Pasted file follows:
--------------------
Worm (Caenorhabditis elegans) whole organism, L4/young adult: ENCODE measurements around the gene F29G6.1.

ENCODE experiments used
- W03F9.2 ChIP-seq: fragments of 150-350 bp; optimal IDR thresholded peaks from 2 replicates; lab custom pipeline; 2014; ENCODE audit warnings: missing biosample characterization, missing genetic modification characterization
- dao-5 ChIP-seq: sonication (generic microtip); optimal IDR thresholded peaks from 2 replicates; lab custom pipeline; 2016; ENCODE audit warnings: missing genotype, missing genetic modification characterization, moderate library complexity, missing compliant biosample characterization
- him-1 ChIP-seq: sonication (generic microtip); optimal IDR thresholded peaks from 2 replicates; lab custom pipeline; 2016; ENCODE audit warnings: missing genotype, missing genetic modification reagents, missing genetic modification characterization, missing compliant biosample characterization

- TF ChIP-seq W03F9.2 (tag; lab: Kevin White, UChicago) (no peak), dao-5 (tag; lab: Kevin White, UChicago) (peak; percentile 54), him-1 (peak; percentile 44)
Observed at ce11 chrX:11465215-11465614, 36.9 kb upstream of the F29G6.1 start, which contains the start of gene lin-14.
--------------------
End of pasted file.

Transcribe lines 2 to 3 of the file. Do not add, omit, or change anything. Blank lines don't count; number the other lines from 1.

ENCODE experiments used
- W03F9.2 ChIP-seq: fragments of 150-350 bp; optimal IDR thresholded peaks from 2 replicates; lab custom pipeline; 2014; ENCODE audit warnings: missing biosample characterization, missing genetic modification characterization